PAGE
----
Even before Kenya completes building a border wall to control the activities of extremist groups, East African nation, Tanzania has already built a huge wall in the north of the country not for terrorism purposes but to control illegal mining.
The Great Mirerani Wall, inaugurated last Friday by President John Magufuli was built to put a stop to the theft of tanzanite, a rare gemstone, the BBC reports.
A parliamentary inquiry team said last September that it had uncovered massive smuggling of the blue-violet gemstone found only in the country.
The government had also accused mining firms of cheating Tanzania out of its fair share of mineral wealth through tax evasion as well, an allegation the firms have vehemently denied.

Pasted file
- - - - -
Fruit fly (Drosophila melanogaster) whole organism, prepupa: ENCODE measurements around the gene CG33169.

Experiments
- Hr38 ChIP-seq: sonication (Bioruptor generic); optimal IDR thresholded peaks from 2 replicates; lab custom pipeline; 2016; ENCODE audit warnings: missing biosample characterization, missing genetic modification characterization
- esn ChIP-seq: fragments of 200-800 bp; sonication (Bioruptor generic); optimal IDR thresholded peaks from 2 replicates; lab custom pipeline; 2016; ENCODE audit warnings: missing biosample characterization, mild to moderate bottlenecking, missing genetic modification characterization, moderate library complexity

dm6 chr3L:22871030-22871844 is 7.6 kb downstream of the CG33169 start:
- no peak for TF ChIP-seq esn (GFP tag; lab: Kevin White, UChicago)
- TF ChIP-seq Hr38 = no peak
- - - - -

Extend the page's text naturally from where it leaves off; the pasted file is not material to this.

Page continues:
The president subsequently ordered the military to build the 24kn-long wall to control the illegal practices.
The wall, which will have security cameras and checkpoints, is the first of its kind in the country.
President Magufuli was earlier quoted by Reuters saying: “Even if someone swallows some tanzanite gemstones, they will be detected at the proposed checkpoint.”
Meanwhile, Magufuli has pledged to issue 100 million Tanzanian shillings (about 44,000 U.S. dollars) as a reward to Jumanne Ngoma, who discovered tanzanite gemstone in 1967 near Arusha and Mount Kilimanjaro.
He said the money would help him in several ways, including meeting treatment expenses of Ngoma who is now half paralyzed.